I have an integer $I$, and I want to express this in the following sum.

$$I\ =\ \sum_{i}^{m} {b_i}^{n_i}$$

where $b_i$, $n_i∈\mathbb{Z}$ are of two sets:

$$Base\ set:\ \{b\}_m\ =\ \{b_1,\ b_2,\ b_3,\ ...\ b_m \}$$

$$Power\ set:\ \{n\}_m\ =\ \{n_1,\ n_2,\ n_3,\ ...\ n_m \}$$



I could do this in a number of ways...

$$\{b\}_3=\{5,4,2\}$$ $$\{n\}_3=\{2,1,3\}$$

$$I = \sum^{3}{b_i}^{n_i}=5^2+4^1+2^3=37$$


$$\{b\}_2=\{6,1\}$$ $$\{n\}_2=\{2,1\}$$

$$I = \sum^{3}{b_i}^{n_i}=6^2+1^1=37$$

I was wondering, would it be possible to express each set as discrete functions?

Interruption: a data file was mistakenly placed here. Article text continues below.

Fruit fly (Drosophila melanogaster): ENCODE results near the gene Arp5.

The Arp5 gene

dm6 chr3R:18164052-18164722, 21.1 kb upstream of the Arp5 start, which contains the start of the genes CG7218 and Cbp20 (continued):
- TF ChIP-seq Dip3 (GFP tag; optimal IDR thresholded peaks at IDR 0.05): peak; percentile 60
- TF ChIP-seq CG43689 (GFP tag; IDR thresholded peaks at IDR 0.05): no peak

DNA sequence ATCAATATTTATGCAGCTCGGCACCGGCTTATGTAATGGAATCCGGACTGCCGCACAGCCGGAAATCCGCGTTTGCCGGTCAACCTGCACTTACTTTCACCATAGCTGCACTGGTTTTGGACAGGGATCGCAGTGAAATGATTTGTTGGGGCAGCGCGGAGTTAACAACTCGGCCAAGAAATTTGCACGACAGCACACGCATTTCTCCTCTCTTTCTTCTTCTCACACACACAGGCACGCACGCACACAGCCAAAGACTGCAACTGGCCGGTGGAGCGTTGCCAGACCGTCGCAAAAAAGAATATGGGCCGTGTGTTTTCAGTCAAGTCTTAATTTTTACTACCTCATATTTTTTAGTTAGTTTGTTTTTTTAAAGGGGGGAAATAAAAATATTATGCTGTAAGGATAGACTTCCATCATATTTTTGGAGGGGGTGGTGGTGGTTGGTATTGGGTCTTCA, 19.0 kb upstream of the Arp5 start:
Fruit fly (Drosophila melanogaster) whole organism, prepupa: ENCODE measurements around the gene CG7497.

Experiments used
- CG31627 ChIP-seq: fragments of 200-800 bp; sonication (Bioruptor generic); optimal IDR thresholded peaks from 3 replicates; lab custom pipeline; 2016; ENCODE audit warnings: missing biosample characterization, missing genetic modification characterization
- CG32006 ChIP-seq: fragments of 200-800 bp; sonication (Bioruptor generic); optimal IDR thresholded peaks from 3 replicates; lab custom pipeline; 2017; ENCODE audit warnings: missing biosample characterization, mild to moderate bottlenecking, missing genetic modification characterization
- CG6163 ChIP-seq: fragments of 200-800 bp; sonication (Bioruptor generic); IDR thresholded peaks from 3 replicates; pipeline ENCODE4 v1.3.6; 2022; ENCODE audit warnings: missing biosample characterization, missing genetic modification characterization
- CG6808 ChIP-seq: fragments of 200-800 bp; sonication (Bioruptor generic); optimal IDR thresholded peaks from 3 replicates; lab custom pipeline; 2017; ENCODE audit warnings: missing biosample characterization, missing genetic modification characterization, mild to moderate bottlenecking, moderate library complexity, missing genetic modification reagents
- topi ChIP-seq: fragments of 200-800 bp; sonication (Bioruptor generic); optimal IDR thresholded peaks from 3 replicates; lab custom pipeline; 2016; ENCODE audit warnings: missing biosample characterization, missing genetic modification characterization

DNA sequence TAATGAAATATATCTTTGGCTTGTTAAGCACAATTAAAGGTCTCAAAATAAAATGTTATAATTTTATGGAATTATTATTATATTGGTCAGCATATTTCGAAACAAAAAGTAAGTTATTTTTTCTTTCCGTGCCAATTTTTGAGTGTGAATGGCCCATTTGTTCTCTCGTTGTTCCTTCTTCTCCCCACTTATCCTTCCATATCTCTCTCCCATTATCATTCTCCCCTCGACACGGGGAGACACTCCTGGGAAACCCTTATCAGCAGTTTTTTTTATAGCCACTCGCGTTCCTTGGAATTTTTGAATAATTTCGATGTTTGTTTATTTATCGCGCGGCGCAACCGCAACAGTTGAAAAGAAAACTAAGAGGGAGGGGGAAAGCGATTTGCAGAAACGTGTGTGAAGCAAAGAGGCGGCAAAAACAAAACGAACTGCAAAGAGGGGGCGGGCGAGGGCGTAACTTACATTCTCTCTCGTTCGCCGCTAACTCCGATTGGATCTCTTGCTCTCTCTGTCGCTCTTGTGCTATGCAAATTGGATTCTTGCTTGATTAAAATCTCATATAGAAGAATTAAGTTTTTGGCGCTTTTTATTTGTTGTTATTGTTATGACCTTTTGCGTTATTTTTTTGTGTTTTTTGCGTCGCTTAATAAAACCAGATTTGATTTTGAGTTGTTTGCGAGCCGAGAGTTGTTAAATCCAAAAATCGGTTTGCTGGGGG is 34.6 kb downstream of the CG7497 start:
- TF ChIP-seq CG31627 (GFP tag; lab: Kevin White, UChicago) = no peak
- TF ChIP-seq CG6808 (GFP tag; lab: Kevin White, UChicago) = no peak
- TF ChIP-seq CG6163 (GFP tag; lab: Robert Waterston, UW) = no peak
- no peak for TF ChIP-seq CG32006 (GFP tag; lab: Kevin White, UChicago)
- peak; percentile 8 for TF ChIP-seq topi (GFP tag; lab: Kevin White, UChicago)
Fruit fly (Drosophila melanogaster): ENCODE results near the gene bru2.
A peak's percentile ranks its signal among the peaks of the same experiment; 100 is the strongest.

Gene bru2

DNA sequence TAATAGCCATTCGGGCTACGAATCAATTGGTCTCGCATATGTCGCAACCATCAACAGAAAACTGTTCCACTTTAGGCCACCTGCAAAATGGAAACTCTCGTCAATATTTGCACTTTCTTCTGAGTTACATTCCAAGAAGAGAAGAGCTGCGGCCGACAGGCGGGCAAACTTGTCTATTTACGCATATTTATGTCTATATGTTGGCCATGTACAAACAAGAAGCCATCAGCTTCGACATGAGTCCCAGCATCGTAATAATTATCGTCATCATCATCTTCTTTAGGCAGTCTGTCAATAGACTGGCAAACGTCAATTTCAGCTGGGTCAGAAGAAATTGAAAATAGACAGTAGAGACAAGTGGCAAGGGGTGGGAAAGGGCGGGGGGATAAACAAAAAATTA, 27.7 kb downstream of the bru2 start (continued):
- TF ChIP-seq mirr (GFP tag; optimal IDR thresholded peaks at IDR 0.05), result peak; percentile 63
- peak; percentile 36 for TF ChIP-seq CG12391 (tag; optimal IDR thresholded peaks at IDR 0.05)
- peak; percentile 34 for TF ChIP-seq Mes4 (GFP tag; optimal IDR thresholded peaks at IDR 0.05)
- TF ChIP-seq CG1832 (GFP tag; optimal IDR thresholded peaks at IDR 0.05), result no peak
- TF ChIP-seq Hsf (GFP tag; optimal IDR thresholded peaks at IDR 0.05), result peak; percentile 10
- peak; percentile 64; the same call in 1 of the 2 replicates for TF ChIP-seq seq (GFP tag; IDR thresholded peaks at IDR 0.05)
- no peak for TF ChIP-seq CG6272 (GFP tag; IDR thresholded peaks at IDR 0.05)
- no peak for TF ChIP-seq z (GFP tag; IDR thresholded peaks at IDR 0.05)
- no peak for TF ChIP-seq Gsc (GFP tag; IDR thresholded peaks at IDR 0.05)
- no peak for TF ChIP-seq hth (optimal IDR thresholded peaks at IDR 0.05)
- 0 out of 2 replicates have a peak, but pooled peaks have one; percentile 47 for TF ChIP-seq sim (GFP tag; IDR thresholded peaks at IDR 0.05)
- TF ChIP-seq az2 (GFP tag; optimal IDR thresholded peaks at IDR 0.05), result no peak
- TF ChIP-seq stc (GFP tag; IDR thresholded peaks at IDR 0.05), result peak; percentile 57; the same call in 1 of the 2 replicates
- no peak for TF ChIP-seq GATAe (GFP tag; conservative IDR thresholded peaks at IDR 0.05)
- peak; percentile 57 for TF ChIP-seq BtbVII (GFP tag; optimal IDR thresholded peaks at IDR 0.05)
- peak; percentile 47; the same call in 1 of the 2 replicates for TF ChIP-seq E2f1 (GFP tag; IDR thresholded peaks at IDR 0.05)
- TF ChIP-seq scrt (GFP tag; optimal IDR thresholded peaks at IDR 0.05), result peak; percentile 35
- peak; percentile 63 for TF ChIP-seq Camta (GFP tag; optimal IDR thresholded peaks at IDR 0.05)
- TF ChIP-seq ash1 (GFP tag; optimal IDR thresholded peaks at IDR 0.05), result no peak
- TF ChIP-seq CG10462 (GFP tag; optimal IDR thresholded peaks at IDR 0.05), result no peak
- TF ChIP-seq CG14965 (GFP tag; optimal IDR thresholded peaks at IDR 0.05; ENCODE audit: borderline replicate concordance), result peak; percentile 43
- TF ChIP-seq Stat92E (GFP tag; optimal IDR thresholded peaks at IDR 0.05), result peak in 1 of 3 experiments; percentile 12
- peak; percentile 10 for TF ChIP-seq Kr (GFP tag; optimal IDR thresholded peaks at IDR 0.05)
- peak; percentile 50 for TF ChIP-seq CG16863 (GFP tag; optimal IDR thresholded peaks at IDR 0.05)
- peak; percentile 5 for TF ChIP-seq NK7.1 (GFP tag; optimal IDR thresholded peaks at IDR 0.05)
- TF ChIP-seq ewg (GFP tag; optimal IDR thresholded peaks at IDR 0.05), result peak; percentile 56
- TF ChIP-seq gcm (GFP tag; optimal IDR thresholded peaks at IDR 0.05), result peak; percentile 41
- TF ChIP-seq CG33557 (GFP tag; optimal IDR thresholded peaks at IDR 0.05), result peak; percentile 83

$$\{b\}_m=B(I,m)$$ $$\{n\}_m=N(I,m)$$

  • $\begingroup$ I don't think so. For example, $4=2^2 = 4^1$, so $B(4,1)$ and $N(4,1)$ cannot be uniquely defined. You can construct less trivial examples, if you wish. $\endgroup$ – Crostul Apr 5 '16 at 16:43
  • $\begingroup$ Just a thought, but what if we treated B & N as 1xm matrices, and we were to plug those matrices into a multidimensional function (analogous to a plane) where it has multiple solutions. (I guess an eigenvalue/eigen-vector problem is what I'm getting at) $\endgroup$ – Ben Marconi Apr 5 '16 at 21:11

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